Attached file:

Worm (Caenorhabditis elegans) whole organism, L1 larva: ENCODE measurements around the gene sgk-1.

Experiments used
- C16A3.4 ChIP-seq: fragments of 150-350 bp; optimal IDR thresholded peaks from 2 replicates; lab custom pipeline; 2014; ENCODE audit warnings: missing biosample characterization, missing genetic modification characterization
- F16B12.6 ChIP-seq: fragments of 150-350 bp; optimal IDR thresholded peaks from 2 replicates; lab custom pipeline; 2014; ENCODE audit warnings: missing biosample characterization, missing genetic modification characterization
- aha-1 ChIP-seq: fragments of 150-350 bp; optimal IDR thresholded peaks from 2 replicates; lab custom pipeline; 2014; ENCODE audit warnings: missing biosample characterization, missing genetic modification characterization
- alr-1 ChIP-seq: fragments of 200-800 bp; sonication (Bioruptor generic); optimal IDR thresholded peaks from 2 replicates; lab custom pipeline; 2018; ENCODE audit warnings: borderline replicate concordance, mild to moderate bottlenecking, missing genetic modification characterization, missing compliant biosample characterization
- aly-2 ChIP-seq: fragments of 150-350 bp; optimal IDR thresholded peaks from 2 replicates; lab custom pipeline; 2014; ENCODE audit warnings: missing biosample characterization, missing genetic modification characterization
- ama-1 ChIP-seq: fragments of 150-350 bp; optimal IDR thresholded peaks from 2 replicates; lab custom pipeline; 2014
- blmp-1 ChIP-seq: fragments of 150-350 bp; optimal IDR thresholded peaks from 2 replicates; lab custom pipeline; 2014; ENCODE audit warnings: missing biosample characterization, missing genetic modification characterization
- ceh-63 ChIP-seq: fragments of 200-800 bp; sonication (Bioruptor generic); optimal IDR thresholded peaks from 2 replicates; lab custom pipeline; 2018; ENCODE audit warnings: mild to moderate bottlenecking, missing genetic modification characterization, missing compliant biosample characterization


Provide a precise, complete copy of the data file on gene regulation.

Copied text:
Worm (Caenorhabditis elegans) whole organism, L1 larva: ENCODE measurements around the gene sgk-1.

Experiments used
- C16A3.4 ChIP-seq: fragments of 150-350 bp; optimal IDR thresholded peaks from 2 replicates; lab custom pipeline; 2014; ENCODE audit warnings: missing biosample characterization, missing genetic modification characterization
- F16B12.6 ChIP-seq: fragments of 150-350 bp; optimal IDR thresholded peaks from 2 replicates; lab custom pipeline; 2014; ENCODE audit warnings: missing biosample characterization, missing genetic modification characterization
- aha-1 ChIP-seq: fragments of 150-350 bp; optimal IDR thresholded peaks from 2 replicates; lab custom pipeline; 2014; ENCODE audit warnings: missing biosample characterization, missing genetic modification characterization
- alr-1 ChIP-seq: fragments of 200-800 bp; sonication (Bioruptor generic); optimal IDR thresholded peaks from 2 replicates; lab custom pipeline; 2018; ENCODE audit warnings: borderline replicate concordance, mild to moderate bottlenecking, missing genetic modification characterization, missing compliant biosample characterization
- aly-2 ChIP-seq: fragments of 150-350 bp; optimal IDR thresholded peaks from 2 replicates; lab custom pipeline; 2014; ENCODE audit warnings: missing biosample characterization, missing genetic modification characterization
- ama-1 ChIP-seq: fragments of 150-350 bp; optimal IDR thresholded peaks from 2 replicates; lab custom pipeline; 2014
- blmp-1 ChIP-seq: fragments of 150-350 bp; optimal IDR thresholded peaks from 2 replicates; lab custom pipeline; 2014; ENCODE audit warnings: missing biosample characterization, missing genetic modification characterization
- ceh-63 ChIP-seq: fragments of 200-800 bp; sonication (Bioruptor generic); optimal IDR thresholded peaks from 2 replicates; lab custom pipeline; 2018; ENCODE audit warnings: mild to moderate bottlenecking, missing genetic modification characterization, missing compliant biosample characterization